The technology and design allows for employment of this system in 80-MW increments, with the initial plan for Mattoon being one 80-MW module. The CO2-capture system would use an inorganic, mineral-based adsorbent.

Sargas said it doesn’t seek special treatment in the IPA power procurement process, just a chance to lodge a bid. IPA’s plan “usurps” state mandates by excluding such a bid, the company added. It noted that a prior IPA procurement plan from 2013 met the legislative “clean coal” mandate by including the planned FutureGen 2.0 coal project, which involves a partial repowering of the Meredosia power plant with U.S. Department of Energy backing.

Sargas said it proposes that IPA include competitive procurement of up to 100 MW of electricity involving coal with CO2 capture within the IPA procurement plan. Then any successful bidder under that option could get a 20-year power sales contract.

A company contact is: Paul Gandola, President, Sargas Inc., 440-725-0599,

The Sargas project, plus FutureGen 2.0, are among a handful of coal-fueled power projects still planned in the U.S. following a series of new U.S. Environmental Protection Agency initiatives that have made such plants almost impossible to permit and finance. EPA, in a re-worked plan unveiled in January, proposes to require that all new coal plants have some level of carbon capture and storage capability.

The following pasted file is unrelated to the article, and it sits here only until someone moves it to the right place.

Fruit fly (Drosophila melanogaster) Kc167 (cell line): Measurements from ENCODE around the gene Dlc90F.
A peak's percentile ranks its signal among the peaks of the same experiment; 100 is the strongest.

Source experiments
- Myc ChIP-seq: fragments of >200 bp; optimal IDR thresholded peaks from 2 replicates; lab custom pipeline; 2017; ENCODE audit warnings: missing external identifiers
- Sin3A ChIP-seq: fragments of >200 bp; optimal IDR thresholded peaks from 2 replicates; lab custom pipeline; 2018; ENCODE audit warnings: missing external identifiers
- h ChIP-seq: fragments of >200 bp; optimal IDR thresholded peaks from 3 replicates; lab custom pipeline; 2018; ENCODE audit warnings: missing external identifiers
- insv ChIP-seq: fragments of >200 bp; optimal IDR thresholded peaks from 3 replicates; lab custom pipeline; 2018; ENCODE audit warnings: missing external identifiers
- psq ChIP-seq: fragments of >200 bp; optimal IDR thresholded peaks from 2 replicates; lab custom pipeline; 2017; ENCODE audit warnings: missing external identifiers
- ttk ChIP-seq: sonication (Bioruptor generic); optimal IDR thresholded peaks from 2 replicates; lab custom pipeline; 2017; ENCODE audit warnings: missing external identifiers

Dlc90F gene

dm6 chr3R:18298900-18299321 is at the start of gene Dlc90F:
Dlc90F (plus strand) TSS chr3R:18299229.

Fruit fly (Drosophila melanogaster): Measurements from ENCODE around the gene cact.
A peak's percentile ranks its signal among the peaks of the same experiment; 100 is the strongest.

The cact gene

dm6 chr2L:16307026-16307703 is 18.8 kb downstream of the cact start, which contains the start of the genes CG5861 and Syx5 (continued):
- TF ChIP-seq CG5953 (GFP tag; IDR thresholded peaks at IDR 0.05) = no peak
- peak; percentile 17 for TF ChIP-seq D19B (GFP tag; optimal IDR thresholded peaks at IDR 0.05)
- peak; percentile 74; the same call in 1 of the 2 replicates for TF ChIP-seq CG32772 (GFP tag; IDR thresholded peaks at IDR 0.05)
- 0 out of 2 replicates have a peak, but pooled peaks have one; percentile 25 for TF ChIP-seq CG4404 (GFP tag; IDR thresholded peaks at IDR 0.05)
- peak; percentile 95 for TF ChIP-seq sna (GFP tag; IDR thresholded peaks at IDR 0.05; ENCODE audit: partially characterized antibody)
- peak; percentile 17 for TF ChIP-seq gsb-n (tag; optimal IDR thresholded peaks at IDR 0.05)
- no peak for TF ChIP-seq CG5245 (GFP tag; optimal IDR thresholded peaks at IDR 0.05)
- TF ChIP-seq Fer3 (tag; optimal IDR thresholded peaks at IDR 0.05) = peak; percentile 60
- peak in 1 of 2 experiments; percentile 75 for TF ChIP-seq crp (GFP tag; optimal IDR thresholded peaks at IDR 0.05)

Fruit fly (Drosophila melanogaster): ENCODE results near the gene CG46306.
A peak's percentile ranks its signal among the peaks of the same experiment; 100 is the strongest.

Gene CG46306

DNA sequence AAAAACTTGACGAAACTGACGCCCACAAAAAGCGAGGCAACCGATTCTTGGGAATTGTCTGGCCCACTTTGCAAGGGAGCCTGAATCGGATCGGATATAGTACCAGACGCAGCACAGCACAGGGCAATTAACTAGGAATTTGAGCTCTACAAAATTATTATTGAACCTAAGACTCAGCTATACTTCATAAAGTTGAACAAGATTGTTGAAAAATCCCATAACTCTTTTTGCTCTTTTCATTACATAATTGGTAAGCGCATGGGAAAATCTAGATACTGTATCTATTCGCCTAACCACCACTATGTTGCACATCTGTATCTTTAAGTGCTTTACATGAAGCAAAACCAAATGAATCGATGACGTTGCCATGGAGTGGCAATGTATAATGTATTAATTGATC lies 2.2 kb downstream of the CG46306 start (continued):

Said IPA in the Sept. 29 plan: “The IPA Act contains an aspirational goal that cost‐effective clean coal resources will account for 25% of the electricity used in Illinois by January 1, 2025. As a part of the goal, the Plan must also include electricity generated from clean coal facilities. While there is a broader definition of ‘clean coal facility’ contained in the definition section of the IPA Act, Section 1‐75(d) describes two special cases: the ‘initial clean coal facility’ and ‘electricity generated by power plants that were previously owned by Illinois utilities and that have been or will be converted into clean coal facilities (‘retrofit clean coal facility’).’ Currently, there is no facility meeting the definition of an  ‘initial clean coal facility,’  that the IPA is aware of, that has announced plans to begin operations within the next five years. In Docket No. 12‐0544, the Commission approved inclusion of FutureGen 2.0 as a retrofit clean coal facility starting in the 2017 delivery year; the Illinois Appellate Court recently upheld the cost recovery mechanism used in that docket’s Order.”

About Barry Cassell 20414 Articles
Barry Cassell is Chief Analyst for GenerationHub covering coal and emission controls issues, projects and policy. He has covered the coal and power generation industry for more than 24 years, beginning in November 2011 at GenerationHub and prior to that as editor of SNL Energy’s Coal Report. He was formerly with Coal Outlook for 15 years as the publication’s editor and contributing writer, and prior to that he was editor of Coal & Synfuels Technology and associate editor of The Energy Report. He has a bachelor’s degree from Central Michigan University.